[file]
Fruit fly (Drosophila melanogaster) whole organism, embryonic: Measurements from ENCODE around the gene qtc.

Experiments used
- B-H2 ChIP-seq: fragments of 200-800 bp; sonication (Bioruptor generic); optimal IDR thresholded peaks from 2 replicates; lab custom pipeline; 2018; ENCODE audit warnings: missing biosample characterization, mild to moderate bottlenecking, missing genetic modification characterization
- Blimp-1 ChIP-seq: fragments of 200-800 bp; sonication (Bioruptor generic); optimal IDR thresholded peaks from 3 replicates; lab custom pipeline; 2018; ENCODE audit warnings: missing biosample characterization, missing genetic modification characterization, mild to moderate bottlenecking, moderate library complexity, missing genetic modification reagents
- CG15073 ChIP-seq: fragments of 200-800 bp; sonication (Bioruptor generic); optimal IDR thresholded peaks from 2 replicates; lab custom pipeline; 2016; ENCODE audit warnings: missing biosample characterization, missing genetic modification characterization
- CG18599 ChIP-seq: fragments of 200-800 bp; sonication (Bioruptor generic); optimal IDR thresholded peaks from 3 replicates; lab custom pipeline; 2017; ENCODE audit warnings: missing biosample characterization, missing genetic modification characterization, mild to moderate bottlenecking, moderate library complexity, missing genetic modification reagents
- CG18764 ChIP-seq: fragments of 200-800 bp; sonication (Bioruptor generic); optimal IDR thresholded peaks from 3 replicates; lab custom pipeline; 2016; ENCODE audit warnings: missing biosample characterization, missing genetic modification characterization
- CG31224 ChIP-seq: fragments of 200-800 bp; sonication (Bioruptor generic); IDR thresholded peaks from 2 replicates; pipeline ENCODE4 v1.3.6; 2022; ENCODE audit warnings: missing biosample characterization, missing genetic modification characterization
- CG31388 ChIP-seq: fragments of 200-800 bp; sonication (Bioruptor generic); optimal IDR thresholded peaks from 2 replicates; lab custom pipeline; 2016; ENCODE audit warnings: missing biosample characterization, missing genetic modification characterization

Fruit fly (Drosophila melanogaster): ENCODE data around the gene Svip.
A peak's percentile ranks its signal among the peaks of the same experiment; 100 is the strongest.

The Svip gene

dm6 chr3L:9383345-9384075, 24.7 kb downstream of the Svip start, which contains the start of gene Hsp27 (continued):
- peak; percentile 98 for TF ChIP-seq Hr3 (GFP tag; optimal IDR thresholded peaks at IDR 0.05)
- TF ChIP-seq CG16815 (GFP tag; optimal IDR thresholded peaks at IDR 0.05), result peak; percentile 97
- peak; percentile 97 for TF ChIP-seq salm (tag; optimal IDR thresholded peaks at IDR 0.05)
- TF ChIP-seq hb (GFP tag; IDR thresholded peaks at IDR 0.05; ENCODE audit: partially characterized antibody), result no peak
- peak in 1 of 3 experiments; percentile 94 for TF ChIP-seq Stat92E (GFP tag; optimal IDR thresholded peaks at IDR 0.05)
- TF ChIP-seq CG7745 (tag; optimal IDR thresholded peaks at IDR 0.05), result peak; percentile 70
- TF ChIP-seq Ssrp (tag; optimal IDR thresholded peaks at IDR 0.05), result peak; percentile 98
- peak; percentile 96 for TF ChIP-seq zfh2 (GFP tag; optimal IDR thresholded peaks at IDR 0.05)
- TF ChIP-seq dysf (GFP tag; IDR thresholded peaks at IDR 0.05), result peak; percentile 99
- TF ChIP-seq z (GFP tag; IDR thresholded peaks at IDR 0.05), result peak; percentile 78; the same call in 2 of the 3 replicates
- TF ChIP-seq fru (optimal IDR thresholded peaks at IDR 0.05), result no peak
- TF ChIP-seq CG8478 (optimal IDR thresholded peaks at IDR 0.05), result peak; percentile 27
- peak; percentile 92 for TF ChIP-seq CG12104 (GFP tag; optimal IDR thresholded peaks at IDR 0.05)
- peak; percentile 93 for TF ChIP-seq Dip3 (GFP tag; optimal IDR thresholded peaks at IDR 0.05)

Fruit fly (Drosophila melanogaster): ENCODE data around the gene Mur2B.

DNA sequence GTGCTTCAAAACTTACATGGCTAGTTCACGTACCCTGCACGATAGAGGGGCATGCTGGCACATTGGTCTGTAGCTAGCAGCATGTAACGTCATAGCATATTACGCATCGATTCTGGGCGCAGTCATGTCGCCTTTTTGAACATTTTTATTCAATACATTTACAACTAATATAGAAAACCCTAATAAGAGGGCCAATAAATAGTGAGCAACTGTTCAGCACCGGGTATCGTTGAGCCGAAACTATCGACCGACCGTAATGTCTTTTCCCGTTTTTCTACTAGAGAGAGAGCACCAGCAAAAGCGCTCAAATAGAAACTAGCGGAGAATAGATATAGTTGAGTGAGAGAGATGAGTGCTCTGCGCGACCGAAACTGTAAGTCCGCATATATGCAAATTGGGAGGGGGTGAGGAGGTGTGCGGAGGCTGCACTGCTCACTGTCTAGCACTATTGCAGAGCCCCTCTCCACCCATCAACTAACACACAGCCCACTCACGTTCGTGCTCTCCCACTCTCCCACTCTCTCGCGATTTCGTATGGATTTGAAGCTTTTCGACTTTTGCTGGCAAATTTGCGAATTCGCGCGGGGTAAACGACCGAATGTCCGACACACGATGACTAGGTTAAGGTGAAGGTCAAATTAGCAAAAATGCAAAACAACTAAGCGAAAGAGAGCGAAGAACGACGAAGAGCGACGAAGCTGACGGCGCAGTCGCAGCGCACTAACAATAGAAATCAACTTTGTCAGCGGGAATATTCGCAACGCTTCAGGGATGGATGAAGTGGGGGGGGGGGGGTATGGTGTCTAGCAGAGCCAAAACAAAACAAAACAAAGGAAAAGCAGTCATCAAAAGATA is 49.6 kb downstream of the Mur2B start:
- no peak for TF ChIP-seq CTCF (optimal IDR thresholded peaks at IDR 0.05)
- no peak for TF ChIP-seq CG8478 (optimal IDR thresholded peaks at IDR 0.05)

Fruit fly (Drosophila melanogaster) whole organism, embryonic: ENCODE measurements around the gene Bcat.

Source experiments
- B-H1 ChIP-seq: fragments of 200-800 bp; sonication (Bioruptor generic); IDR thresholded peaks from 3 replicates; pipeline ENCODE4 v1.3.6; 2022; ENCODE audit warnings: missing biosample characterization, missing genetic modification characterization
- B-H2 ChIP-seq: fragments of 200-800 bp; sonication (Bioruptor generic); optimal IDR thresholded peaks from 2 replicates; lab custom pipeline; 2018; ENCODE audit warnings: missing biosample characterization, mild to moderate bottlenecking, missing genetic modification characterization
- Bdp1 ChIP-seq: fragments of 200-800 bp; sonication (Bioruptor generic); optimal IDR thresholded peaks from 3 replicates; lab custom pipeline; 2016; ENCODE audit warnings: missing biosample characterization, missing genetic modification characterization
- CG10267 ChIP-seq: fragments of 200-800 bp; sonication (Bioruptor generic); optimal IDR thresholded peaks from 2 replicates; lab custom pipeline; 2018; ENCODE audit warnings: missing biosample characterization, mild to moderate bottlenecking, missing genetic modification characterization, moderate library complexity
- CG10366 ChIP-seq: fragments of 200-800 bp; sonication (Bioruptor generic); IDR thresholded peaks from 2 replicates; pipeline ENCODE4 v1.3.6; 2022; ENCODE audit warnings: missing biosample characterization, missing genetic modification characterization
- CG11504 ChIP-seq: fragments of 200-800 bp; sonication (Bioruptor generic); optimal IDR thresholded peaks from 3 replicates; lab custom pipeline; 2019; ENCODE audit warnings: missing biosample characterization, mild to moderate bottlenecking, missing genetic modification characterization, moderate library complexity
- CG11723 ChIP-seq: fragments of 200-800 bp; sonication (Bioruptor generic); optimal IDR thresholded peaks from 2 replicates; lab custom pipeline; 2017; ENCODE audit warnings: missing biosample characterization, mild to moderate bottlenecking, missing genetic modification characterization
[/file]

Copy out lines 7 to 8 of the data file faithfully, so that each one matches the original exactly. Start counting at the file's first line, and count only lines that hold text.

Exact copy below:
- CG18764 ChIP-seq: fragments of 200-800 bp; sonication (Bioruptor generic); optimal IDR thresholded peaks from 3 replicates; lab custom pipeline; 2016; ENCODE audit warnings: missing biosample characterization, missing genetic modification characterization
- CG31224 ChIP-seq: fragments of 200-800 bp; sonication (Bioruptor generic); IDR thresholded peaks from 2 replicates; pipeline ENCODE4 v1.3.6; 2022; ENCODE audit warnings: missing biosample characterization, missing genetic modification characterization